International Women’s Day/Blog against Sexism Day!
Today is International Women’s Day and also Blog against Sexism Day!
For International Women’s Day I started a new section on my site about women’s history and issues.
I decided to participate in the Blog against Sexism Day a while back – so now is the time for to do my blog post against sexism.
But what should I write about? I’ve been pondering this all day. Some news stories I saw about International Women’s Day discussed all the progress women have made so far. I don’t feel like making some positive things-are-all-better now posts. I’d rather be more negative, as there is still a long ways to go.
I see where Chantel is doing a ‘how have I experience sexism in my personal life’ type of post. I don’t really feel like examining my life at the moment and reliving any sexism that I’ve experienced.
I spent quite a few hours today reading news stories about International Women’s Day as well as other blog posts about the current state of women.
I now finally and clearly understand that we in the US are living in an ‘oppressive misogynist theocracy’. (Thanks for Twisty for this realization.
The current story in the US that illustrates this point so very convincingly is that South Dakota Gov. Mike Rounds signed legislation this past Monday to make forced pregnancies legal. (Otherwise known as making it illegal to have an abortion in that state unless the woman’s life is in danger.)
Which means that a woman raped through incest would be forced t o give birth to her sister, niece, etc.
And worse yet was the comments made by SD state senator Bill Napoli on NewsHour discussing the only circumstances in which he thinks an exception should be made:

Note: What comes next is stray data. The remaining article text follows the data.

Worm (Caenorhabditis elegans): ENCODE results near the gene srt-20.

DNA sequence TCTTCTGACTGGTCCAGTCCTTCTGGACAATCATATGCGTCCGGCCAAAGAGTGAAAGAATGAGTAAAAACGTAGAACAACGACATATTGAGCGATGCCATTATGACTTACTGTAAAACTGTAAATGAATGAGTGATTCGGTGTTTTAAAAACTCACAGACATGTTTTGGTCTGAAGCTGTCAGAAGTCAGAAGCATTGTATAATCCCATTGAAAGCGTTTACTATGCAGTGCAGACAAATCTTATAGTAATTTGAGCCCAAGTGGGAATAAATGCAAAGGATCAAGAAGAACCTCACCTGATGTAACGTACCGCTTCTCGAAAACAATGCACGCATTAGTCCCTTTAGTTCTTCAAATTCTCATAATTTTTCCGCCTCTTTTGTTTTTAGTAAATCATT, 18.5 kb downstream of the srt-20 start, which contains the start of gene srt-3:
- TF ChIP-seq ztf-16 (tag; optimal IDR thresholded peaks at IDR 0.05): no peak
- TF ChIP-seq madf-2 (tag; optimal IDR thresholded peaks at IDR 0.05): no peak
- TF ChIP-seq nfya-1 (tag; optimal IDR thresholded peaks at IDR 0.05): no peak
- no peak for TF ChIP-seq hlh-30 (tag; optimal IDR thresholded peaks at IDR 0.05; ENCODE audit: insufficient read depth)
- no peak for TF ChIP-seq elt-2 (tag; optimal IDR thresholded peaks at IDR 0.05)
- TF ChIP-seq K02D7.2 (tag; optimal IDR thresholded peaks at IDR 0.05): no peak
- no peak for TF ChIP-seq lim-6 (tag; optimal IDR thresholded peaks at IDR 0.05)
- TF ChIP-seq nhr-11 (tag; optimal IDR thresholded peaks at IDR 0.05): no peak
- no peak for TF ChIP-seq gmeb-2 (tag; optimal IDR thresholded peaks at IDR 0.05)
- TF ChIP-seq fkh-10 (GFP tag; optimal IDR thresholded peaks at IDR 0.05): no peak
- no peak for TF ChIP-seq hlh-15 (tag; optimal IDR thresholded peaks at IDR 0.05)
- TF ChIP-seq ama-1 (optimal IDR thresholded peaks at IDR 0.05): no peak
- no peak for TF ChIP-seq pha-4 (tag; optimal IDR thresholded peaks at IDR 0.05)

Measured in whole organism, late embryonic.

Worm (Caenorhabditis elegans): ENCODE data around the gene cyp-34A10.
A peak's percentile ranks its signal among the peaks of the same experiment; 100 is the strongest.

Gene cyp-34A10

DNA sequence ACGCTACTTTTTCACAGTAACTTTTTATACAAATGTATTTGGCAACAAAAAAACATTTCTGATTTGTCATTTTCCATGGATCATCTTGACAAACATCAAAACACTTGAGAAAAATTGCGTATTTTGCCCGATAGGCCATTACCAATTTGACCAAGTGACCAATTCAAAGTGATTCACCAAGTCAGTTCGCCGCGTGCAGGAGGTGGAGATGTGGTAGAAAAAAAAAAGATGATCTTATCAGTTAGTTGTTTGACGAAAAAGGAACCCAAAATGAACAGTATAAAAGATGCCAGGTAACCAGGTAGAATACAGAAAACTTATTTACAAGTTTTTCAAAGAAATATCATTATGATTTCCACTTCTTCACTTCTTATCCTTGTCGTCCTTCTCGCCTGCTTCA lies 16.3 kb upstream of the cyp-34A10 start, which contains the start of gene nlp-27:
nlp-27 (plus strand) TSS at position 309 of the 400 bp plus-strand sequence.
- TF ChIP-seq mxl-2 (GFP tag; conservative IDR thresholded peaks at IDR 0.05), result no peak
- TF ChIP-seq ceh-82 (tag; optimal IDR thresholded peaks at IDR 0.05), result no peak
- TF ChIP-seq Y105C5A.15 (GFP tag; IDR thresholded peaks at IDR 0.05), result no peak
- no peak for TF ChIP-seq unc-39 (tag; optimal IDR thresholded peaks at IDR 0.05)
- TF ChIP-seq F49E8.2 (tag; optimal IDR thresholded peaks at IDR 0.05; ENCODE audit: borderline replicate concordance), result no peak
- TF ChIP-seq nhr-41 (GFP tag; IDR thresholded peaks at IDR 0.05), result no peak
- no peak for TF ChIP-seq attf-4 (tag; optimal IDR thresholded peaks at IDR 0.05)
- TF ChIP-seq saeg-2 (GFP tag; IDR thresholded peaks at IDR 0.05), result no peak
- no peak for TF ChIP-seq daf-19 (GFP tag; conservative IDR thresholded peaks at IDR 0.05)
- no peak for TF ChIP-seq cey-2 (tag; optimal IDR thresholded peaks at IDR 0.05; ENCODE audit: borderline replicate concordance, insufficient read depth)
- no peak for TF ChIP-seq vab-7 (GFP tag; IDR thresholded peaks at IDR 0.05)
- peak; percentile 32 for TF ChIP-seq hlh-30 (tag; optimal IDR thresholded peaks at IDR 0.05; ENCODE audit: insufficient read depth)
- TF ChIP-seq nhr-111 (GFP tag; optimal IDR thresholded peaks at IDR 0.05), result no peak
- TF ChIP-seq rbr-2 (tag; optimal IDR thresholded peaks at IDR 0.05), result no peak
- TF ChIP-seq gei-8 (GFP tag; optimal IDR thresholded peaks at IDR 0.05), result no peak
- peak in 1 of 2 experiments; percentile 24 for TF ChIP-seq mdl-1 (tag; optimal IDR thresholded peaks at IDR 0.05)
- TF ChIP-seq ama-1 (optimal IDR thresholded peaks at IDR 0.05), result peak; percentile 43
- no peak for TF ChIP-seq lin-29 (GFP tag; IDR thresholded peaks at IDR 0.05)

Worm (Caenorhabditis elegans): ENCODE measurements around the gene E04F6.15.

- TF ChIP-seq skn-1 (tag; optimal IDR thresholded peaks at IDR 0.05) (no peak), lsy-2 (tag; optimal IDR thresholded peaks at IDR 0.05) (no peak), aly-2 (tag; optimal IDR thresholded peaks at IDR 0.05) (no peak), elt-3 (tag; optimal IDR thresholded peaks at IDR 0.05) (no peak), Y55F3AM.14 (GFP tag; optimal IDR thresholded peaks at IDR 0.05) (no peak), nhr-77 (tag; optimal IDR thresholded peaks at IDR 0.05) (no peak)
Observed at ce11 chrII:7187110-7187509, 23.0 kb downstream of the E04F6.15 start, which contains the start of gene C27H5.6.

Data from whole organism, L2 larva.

“A real-life description to me would be a rape victim, brutally raped, savaged. The girl was a virgin. She was religious. She planned on saving her virginity until she was married. She was brutalized and raped, sodomized as bad as you can possibly make it, and is impregnated. I mean, that girl could be so messed up, physically and psychologically, that carrying that child could very well threaten her life.”
So apparently to him if a woman is not a virgin or religious she’s not been traumatized enough to be able to avoid a forced pregnancy. Once again any woman who is not a virgin is a slut who deserves whatever happens to her.
He also seems to be saying that its her loss of virginity that is really an issue, not her well being.While in the US we live in country with forced pregnancies and state-owned uteruses – we also have a so called ‘religious leader’ like Pat Robertson who calls feminism a “socialist, anti-family, political movement that encourages women to leave their husbands, kill their children, practice witchcraft, destroy capitalism and become lesbians.”
Elsewhere in the world 583 million women are illiterate – 66.7% of the 876 million worldwide who are illiterate.In Afghanistan, as an example, the literacy rate among women is 14 percent and more than half of young women there are married before they are 16.
In Libya women who are raped get sent to prison indefinitely.
An average of 5 women in India are killed each day in ‘accidental’ kitchen fires because dowry payments have not been met or considered good enough.
Female genital mutilation, honor killings – the list goes on.
When will it end? Or will it?
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on March 8th, 2006 at 8:38 pm
Wow, the statistics are staggering.
on March 9th, 2006 at 9:52 pm
South Dakota has proven an ideal environment for testing a mass exodus of women! OK, I’m not so naive to believe all women have no issue with choice, but what struck me initially was a quick count of their House… making liberal assumptions of gender, I counted 55 out of 70 as male.
With the kind of thinking you quote above, the outlook of women is obviously disconnected from their political process. Nothing unique to South Dakota, but it is there we have seen an unfortunate result.